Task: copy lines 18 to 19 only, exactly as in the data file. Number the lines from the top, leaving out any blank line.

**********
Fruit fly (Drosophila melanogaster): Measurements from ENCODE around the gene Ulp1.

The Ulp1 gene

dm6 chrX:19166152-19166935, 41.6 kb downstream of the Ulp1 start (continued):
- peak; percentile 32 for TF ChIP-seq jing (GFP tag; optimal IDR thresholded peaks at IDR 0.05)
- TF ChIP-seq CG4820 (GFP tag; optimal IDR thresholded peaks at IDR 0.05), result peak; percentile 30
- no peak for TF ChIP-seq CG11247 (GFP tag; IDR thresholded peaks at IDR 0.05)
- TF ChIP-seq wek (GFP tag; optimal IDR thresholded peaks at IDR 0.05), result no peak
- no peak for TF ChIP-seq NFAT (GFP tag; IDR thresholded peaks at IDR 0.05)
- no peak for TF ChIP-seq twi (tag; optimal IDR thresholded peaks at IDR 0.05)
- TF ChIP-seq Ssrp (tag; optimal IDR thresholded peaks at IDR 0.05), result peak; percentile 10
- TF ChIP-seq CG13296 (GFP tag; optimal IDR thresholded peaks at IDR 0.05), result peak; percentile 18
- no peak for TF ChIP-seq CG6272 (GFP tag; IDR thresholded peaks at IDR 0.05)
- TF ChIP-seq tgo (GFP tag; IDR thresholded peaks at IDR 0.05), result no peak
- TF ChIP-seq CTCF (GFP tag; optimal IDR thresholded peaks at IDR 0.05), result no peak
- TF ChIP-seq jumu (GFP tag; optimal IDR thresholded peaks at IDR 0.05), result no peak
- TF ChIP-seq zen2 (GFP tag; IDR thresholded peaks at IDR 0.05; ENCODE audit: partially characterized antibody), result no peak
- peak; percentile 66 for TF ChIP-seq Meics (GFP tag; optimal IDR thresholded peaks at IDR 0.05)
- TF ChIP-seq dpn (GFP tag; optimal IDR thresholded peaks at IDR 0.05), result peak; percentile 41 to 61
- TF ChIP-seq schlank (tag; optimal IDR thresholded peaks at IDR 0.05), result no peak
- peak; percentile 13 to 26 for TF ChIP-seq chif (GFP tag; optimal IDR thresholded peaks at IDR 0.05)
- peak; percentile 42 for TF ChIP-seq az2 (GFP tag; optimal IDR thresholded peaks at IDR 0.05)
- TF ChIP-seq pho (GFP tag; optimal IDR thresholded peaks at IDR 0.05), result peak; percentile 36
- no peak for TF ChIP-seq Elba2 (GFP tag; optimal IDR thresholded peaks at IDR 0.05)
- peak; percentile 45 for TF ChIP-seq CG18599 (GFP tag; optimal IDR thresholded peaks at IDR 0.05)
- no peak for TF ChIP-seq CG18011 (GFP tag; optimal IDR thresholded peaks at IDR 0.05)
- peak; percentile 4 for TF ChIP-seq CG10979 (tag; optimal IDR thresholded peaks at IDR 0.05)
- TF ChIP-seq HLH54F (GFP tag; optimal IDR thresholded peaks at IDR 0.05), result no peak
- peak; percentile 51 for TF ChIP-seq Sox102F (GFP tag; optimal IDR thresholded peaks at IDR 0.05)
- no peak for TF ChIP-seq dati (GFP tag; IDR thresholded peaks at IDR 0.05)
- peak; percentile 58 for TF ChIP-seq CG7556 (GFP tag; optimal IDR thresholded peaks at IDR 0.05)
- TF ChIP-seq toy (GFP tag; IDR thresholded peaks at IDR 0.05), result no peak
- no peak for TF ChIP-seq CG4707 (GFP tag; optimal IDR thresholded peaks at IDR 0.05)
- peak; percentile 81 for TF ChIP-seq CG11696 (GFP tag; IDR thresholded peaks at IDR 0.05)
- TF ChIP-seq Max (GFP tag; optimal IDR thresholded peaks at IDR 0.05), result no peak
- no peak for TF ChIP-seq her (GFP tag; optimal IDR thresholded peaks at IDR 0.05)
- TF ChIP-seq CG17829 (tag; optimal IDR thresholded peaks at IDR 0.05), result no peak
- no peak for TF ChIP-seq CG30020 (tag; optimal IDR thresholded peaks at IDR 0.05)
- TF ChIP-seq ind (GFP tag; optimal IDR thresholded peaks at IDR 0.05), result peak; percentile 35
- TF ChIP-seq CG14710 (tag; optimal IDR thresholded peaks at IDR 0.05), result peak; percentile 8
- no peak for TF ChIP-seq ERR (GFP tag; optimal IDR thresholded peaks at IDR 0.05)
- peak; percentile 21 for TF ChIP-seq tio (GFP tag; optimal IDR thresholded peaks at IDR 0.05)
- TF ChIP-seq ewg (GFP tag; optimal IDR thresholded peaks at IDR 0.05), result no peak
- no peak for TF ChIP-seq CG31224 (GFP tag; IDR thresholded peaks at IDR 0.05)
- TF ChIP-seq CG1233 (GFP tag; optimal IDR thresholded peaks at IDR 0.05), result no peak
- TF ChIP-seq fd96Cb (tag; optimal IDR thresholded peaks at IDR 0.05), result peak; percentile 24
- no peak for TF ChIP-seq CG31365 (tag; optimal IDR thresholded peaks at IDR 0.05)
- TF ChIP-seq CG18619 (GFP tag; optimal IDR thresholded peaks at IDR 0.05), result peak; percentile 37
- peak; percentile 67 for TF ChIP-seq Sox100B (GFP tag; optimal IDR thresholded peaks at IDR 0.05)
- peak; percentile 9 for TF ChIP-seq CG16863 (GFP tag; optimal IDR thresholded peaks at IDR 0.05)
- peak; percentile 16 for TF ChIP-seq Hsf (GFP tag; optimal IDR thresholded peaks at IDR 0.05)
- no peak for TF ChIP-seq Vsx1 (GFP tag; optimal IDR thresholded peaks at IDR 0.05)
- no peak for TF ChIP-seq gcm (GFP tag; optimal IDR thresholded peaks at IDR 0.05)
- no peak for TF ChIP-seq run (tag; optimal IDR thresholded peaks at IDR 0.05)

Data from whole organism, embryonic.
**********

- TF ChIP-seq dpn (GFP tag; optimal IDR thresholded peaks at IDR 0.05), result peak; percentile 41 to 61
- TF ChIP-seq schlank (tag; optimal IDR thresholded peaks at IDR 0.05), result no peak